You have dog lovers and you have cat lovers. Now personally, I am a dog lover, but Ancient Egyptians may have given cats the personality to conquer the world, and since we are in Mythos, it’s time to have a look at The Cat, on special request by Joyce Redrose-O’Black.
The first appearance of a cat in ancient Egypt art was around 1950 B.C.E. Someone painted a domestic cat on the back wall of a limestone tomb some 250 kilometers south of Cairo (image below). In the centuries that followed, cats became a fixture of Egyptian paintings and sculptures, and were even immortalized as mummies, as they rose in status from rodent killer to pet to god.
Historians took all this as evidence that the ancient Egyptians were the first to domesticate the feline. That is, until 2004, when researchers discovered a 9500-year-old cat buried with a human on the Mediterranean island of Cyprus, revealing that cats had been living with people thousands of years before Egypt even existed. 
The Ancient Egyptians held cats in the highest esteem. The penalties for injuring or killing a cat were severe. They worshipped Bastet, a cat goddess, often represented as half feline, half woman. The main center for the worship of Bastet was in northern Egypt at the city of Bubastis. The festival honoring Bastet was described as one of the largest and most enthusiastically celebrated in all of Egypt by the visiting Greek historian Herodotus. Large catteries were maintained by the Temple priests and a vast cemetery of mummified cats has been excavated outside of Bubastis. Thousands of small cat sculptures, probably left with offerings to the Temple by devotees, have also been recovered at Bubastis.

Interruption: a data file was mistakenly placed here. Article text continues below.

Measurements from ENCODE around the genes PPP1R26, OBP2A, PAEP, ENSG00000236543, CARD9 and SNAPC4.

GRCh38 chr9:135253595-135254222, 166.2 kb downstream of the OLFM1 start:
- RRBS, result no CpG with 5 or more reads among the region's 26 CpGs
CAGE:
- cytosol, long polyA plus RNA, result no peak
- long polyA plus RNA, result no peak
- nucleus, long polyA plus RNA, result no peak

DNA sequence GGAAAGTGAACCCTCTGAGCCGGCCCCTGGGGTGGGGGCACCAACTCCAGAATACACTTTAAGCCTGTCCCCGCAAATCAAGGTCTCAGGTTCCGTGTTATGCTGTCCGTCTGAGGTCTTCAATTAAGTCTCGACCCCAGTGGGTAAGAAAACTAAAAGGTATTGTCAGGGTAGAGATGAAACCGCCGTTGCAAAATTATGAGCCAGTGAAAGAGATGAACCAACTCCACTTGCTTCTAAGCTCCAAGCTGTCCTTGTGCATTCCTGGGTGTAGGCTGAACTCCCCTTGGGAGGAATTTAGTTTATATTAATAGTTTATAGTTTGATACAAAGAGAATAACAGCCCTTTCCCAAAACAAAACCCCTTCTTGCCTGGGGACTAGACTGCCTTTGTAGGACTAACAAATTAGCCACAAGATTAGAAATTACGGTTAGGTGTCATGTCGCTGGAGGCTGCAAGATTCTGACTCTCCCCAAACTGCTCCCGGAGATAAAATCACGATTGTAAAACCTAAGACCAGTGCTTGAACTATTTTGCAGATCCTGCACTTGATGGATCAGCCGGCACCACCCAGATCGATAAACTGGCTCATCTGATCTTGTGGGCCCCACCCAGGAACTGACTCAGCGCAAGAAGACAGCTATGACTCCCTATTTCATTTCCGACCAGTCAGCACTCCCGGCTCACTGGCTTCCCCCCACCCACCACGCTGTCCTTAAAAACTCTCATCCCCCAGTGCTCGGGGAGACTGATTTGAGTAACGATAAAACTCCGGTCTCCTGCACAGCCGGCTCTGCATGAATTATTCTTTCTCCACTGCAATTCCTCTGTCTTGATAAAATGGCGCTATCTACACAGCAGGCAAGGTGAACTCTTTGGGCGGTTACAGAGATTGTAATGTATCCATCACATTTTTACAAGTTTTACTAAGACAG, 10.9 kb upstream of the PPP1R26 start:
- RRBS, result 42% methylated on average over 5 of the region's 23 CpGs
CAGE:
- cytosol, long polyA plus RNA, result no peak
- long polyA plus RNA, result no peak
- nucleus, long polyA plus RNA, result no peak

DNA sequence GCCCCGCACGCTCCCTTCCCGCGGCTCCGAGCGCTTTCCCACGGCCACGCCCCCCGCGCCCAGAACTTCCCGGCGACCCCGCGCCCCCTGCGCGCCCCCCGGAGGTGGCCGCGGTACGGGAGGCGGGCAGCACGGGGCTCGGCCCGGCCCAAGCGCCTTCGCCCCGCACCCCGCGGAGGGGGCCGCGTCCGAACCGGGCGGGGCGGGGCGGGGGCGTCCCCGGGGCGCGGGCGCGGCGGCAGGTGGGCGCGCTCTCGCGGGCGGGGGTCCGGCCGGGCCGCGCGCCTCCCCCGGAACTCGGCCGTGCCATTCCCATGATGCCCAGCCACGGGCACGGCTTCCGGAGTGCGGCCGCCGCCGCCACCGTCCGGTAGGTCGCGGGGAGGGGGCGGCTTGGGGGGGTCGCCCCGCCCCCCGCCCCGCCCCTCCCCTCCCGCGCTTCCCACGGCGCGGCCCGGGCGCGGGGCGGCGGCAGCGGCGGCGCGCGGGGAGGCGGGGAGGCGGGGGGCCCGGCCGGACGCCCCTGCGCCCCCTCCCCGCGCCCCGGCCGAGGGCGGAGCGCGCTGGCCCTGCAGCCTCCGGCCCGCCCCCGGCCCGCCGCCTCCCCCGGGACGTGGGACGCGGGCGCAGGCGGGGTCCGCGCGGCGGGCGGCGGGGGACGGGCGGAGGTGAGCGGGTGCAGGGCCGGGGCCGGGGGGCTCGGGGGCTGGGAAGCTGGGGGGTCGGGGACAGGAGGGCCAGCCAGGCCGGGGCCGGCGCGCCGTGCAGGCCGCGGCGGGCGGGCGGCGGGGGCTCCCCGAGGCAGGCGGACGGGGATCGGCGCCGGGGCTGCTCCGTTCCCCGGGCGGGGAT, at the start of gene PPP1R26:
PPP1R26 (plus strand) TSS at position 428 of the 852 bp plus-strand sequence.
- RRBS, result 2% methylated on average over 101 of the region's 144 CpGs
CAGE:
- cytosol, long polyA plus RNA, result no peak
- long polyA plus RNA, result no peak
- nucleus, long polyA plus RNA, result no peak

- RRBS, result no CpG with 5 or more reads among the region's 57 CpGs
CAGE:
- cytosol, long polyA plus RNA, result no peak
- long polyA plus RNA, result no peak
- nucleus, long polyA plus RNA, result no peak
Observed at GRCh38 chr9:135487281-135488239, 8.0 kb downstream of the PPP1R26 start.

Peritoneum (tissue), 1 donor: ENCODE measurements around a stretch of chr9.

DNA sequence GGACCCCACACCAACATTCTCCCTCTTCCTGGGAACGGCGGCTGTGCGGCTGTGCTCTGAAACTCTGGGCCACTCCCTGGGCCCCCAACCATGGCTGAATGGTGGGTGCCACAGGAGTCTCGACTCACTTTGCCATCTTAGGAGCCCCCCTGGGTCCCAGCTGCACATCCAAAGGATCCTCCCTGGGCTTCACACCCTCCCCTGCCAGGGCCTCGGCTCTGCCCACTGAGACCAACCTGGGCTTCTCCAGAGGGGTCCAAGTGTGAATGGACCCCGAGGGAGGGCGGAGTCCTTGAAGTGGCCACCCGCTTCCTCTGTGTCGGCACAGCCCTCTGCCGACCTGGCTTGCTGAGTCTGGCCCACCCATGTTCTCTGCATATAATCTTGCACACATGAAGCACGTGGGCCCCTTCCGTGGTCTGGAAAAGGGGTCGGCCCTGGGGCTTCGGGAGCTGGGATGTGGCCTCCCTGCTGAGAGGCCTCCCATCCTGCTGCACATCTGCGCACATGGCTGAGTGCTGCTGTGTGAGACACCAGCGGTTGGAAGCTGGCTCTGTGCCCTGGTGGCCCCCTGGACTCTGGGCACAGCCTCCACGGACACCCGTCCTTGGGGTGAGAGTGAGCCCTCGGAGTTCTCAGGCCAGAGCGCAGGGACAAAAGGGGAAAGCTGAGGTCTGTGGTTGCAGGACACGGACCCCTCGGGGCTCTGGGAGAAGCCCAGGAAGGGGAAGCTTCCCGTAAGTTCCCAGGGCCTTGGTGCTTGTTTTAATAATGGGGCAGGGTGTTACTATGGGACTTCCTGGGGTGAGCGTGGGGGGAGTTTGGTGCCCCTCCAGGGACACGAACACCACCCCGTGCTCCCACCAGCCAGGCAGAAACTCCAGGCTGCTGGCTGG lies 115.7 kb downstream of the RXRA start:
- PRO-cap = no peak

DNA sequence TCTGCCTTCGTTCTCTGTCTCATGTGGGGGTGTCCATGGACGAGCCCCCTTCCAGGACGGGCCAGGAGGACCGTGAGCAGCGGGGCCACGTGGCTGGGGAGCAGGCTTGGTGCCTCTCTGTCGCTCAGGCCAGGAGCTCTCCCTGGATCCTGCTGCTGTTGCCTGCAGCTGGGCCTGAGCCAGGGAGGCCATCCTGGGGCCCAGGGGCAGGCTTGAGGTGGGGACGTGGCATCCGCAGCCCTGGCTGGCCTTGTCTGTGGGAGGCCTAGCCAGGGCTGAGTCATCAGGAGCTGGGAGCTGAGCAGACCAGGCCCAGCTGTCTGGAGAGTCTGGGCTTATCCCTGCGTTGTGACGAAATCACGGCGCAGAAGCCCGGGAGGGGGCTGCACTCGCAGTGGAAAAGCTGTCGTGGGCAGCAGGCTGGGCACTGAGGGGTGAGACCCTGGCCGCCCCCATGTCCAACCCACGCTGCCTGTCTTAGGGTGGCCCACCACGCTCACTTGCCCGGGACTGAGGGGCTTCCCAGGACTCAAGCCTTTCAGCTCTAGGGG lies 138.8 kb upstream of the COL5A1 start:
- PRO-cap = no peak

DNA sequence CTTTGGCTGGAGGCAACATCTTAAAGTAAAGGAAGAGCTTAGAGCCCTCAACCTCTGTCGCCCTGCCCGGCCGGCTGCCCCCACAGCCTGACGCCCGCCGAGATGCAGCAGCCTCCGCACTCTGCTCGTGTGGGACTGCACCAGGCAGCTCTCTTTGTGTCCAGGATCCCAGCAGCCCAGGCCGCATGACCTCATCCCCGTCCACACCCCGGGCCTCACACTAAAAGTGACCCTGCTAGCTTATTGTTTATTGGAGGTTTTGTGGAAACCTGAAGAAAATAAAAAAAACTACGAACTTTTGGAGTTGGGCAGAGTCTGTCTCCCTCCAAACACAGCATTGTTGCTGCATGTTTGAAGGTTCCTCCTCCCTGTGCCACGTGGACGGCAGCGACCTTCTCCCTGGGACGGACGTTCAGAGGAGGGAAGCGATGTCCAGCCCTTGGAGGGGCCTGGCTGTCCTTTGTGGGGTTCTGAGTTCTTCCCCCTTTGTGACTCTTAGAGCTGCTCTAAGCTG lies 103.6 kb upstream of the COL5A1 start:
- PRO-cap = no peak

But the first Egyptian cat goddess was called Mafdet, the deification of justice and execution. She was a lion-headed goddess . In early Egyptian mythology, Mafdet (also spelled Maftet) was a goddess who protected against snakes and scorpions and was often represented as either some sort of felid or mongoose.
She is present in the Egyptian pantheon as early as the First Dynasty. Mafdet was the deification of legal justice, or possibly of capital punishment. She was also associated with the protection of the king’s chambers and other sacred places, and with protection against venomous animals. 
And what about the famous sphinx, a lion with a human head?
The Great Sphinx of Giza is one of the world’s largest, oldest and most well-known statues, but basic facts about it are still subject to debate, such as when it was built, by whom and for what purpose.
But the name ‘Sphinx‘ was given to it about 2000 years after the date of its construction, by reference to a Greek mythological beast with a lion’s body, a woman’s head and the wings of an eagle, although, like most Egyptian sphinxes, the Great Sphinx of Giza has a man’s head and no wings. The English word sphinx comes from the ancient Greek Σφίγξ, apparently from the verb σφίγγω (sphingo / to squeeze), after the Greek sphinx who strangled anyone who failed to answer her riddle.